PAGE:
Bill Gates used his keynote opening speech at this year's Consumer Electronics Show (CES) in Las Vegas to focus on new products made by Microsoft's partners including TiVo and LG Electronics.
The Microsoft chief software architect has used CES in previous years to unveil the Xbox and Tablet PC. But this year delegates looking for major news from Microsoft went back to their Las Vegas hotels disappointed.
The focus on partnerships shows a humbler Microsoft realising that it has to co-operate to succeed in the consumer electronics market, according to Rob Enderle, principal analyst at the Enderle Group.
"It shows a level of flexibility that Microsoft hasn't shown; a notion that Microsoft has to interoperate with other stuff that's out there," he said.
Gates's announcement of a partnership with TiVo was one of the most telling signs of this change in emphasis, Enderle explained. The deal would previously have been unlikely because the personal video recorder is a direct competitor to Windows XP Media Center Edition.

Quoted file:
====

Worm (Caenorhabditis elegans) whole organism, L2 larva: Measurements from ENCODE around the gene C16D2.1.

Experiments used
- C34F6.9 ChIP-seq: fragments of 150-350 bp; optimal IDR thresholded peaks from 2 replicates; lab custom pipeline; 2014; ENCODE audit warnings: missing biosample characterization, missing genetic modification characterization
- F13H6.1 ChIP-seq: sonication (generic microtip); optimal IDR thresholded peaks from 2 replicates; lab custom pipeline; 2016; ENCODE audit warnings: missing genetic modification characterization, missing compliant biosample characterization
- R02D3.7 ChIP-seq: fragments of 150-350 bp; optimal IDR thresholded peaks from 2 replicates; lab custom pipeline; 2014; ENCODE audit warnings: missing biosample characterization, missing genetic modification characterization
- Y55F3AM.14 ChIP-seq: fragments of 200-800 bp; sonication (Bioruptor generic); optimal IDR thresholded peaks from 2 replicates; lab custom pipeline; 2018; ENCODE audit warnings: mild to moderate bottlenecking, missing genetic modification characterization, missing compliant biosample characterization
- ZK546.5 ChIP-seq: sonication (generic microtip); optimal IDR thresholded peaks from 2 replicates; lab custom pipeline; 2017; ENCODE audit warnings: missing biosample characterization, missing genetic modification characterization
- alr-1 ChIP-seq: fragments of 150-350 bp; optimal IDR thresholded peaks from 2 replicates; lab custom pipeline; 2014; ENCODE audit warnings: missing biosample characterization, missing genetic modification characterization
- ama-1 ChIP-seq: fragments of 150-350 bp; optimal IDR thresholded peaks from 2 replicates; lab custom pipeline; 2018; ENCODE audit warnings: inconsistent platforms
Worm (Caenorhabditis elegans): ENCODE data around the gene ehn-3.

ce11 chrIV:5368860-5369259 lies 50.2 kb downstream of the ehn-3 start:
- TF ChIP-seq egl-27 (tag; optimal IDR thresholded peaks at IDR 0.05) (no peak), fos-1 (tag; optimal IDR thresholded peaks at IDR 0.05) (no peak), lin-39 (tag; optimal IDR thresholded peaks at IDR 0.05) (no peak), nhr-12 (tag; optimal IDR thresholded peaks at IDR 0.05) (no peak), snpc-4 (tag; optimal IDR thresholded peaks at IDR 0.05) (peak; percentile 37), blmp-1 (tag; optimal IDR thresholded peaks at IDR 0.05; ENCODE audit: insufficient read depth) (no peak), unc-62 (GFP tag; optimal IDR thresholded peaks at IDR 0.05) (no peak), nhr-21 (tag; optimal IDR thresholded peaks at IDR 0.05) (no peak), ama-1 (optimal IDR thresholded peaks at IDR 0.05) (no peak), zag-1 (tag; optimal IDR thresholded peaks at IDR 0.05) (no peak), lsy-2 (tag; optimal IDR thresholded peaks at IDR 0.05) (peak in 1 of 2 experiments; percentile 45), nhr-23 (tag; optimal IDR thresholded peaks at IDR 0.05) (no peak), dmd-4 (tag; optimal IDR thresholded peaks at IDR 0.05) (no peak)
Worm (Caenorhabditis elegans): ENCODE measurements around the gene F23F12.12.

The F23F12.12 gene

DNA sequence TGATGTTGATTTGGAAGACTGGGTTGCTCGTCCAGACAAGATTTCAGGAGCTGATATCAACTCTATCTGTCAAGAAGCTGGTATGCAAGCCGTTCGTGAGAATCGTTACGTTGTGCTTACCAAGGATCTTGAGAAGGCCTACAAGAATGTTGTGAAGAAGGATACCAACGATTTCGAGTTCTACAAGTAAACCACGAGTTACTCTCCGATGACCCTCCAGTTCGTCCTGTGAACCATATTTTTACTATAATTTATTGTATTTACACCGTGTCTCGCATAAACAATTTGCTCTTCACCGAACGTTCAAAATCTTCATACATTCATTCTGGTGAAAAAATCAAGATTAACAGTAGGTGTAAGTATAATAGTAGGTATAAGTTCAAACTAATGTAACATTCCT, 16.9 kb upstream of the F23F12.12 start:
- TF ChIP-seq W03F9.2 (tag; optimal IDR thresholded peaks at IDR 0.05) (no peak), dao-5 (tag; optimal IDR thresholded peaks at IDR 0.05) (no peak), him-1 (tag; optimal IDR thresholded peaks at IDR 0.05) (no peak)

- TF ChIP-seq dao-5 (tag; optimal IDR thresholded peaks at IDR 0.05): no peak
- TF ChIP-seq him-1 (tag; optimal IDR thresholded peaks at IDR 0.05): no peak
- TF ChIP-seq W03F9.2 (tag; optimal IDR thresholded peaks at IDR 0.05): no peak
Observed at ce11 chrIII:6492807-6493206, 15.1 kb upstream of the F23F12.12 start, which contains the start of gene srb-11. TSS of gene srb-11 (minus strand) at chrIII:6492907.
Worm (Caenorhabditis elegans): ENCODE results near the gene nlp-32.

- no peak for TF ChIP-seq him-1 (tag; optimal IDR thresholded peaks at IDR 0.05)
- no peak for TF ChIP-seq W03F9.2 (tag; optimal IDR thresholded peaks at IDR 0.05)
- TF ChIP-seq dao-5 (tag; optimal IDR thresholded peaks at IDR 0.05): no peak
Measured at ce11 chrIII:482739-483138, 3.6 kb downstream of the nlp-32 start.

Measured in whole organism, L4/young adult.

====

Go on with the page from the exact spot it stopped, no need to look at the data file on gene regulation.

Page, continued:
TiVo launched a service called TiVoToGo immediately before CES, allowing users to transfer video content from their recorder to a computer or mobile phone.
Gates said that the deal sealed with Microsoft guarantees that TiVoToGo content will play on any device equipped with Windows Media Player 10.
"Media Center and TiVo definitely compete head to head in some aspects," Aaron Woodman, Microsoft's lead programme manager of consumer strategy told vnunet.com. "But we never want to leave consumers out because of that."
The keynote address was also used to unveil a partnership between Microsoft and LG Electronics.
The Korean electronics manufacturer will equip its DVD recorders with Microsoft digital rights management technology, enabling them to share content with a computer running Windows XP through a wired or wireless network. This effectively takes away the need for separate media adapters, according to Gates.
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